— Benno Gerhard Teschke, Fatal attraction: a critique of Carl Schmitt’s international political and legal theory. International Theory (2011), 3:2, pp 200, 221.

  3. Fred
    December 3, 2015 at 20:11

    Hope much are you getting paid to write this Putinist agitprop?
    This crap is so transparently Kremlin-sourced it’s pathetic.
    You should be ashamed of yourself.

  4. Abe
    December 3, 2015 at 18:20

    U.S. and European diplomats say they see the admission of Montenegro as a signal to Moscow that it doesn’t have a veto over further NATO expansion.

    Russia’s Foreign Minister Sergei Lavrov said that if Mr. Stoltenberg took the initiative to convene the NATO-Russia Council, the formal mechanism for the alliance to talk with Russian officials, Russia would meet with the alliance. He said Moscow had a lot of questions for NATO about how existing agreements were being violated, a reference to an agreement by the alliance not to permanently base substantial numbers of troops near Russia’s border.

    “The most important thing is not to allow stepping away from the crucial principle placed at the basis of our relations with NATO, the principle of equal, indivisible security, when no one in the Euro-Atlantic should strengthen their security at the expense of impinging on the security of others,” he said.

    Last year Russian President Vladimir Putin signed treaties to annex the breakaway region of Crimea. While the alliance suspended “practical cooperation” with Moscow in retaliation, the alliance didn’t formally suspend dialogue.

    Still, the growing tensions over Ukraine froze broad talks between the alliance and Moscow. The NATO-Russia Council hasn’t met since June 2014.

    NATO officials took pains to make clear that holding political talks with Russia didn’t mean that the alliance would seek to ease pressure on Moscow over Ukraine.

    Gen. Philip Breedlove, the supreme allied commander, said that “we have not taken our eyes off Ukraine” and that there were many actions Russia needed to take to restore Ukraine’s internationally recognized border and adhere to the cease-fire in the country’s eastern Donbas region. Russia’s actions in Ukraine, he said, have to be part of any discussion with Moscow.

    The invitation to Montenegro was the first move to expand the NATO alliance since 2009, when two other Balkan countries, Croatia and Albania, were admitted.

    The decision leaves other aspirants, most notably Georgia, in the cold. NATO was poised to admit Georgia to the alliance in 2008, but Russia’s invasion derailed those talks. While Georgia has been far more active in NATO missions than Montenegro, many in the alliance believe admitting Georgia is impossible while Russia occupies a portion of the country.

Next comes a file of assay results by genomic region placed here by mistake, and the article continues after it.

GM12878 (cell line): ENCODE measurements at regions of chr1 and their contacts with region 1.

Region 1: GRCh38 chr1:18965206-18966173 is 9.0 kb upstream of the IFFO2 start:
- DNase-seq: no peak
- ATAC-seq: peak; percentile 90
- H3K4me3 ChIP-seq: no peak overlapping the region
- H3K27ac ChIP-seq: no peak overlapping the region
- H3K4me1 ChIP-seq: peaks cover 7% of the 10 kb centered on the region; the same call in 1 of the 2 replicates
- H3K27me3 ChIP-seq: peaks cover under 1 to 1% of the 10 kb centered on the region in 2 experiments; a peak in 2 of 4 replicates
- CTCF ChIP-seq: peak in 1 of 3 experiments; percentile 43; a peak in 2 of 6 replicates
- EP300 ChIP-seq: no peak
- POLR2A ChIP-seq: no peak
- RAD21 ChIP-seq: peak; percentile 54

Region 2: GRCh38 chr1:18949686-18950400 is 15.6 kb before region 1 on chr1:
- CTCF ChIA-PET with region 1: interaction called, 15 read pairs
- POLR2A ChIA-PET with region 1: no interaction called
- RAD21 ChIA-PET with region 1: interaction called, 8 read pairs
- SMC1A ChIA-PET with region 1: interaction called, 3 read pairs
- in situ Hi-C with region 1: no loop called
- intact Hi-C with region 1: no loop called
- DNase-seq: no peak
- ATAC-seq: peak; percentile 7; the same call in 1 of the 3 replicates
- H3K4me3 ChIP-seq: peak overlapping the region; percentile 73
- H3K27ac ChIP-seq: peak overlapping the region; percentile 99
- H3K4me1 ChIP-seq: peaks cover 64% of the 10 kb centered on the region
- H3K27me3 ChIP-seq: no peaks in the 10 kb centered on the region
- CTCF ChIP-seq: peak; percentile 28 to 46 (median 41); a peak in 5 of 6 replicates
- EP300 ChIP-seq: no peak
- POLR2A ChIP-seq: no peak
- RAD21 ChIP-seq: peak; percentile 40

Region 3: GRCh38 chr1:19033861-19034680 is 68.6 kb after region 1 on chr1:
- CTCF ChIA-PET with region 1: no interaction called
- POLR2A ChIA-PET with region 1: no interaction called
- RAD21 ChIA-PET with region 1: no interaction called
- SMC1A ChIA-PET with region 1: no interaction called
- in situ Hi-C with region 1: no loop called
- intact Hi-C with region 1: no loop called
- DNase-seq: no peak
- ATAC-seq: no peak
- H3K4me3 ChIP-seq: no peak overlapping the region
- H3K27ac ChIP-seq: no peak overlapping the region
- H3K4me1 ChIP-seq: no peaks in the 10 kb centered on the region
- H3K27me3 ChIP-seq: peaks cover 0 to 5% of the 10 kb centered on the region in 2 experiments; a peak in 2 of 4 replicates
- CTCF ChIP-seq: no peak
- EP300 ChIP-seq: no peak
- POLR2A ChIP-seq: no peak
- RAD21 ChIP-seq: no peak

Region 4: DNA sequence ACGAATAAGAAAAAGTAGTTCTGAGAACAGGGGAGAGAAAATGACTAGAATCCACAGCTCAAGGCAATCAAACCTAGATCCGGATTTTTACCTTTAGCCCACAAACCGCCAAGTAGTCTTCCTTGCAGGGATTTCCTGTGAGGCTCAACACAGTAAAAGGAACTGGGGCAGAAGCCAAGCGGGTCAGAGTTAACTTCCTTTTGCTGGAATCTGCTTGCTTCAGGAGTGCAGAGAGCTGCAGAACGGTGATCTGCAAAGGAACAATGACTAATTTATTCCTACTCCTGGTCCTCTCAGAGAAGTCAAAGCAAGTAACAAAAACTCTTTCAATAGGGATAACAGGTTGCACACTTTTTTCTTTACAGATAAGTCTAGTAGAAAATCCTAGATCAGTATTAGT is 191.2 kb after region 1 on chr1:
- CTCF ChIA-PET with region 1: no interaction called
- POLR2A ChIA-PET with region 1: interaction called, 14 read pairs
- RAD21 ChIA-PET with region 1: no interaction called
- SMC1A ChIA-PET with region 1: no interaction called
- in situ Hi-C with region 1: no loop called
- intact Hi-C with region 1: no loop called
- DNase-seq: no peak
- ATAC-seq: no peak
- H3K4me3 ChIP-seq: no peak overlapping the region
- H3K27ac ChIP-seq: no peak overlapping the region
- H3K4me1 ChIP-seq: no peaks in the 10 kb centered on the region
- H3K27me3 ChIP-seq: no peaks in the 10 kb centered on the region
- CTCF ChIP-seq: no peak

“On all levels, Moscow has always noted that the continuing expansion of NATO, of the military infrastructure of NATO to the east, can only lead to retaliatory measure from the east, from the Russian side, in terms of guaranteeing the security and maintaining a parity of interests,” Kremlin spokesman Dmitry Peskov told reporters on Wednesday, official news agencies reported.

    U.S. Secretary of State John Kerry said NATO was not a threat to Russia. He said it would be “a great mistake to react adversely” toward Montenegro. “Countries have chosen of their own free will to want to join NATO to be part of a Europe that is whole and free and at peace,” Mr. Kerry said. “NATO is not a threat to anybody….It is a defensive alliance.”

  5. Abe
    December 3, 2015 at 16:54

    almost all politicians in contemporary Balkans have plenty of financial “skeletons” in their respective luxury closets, so that they are not all that difficult to keep on the short leash.

    However, starting about two years ago, but intensifying after the outbreak of the violent confrontations in Ukraine in early 2014, the Balkan geopolitical chessboard suddenly became much more complex. Not only did the Chinese government institutions and banks begin to be active in financing various large-scale infrastructure projects in the Balkans, but also the Russian government started to comment publicly on internal political developments in various Balkan countries. In many respects, the Russian Ministry of Foreign Affairs began to play the role reserved since the end of the Cold War only for the U.S. State Department. This could hardly go unnoticed in Washington and Brussels and became the cause of an increasing concern.

    […] the Prime Minister of Montenegro, Milo Djukanović, directly accused the Russian government of assisting the opposition protests in the country. Most observers interpreted Djukanović’s claim as a Machiavellian strategy to get support and sympathy from NATO and the U.S. despite the documented abuses of the corrupt, authoritarian regime he has been running for more than 25 years. Djukanović’s accusations received a stinging rebuke from Moscow. In fact, having read the original statement of the Ministry in Russian, I can say that I have not seen such a strongly worded statement issued by the Russian government against another state’s leader since the collapse of the Soviet Union.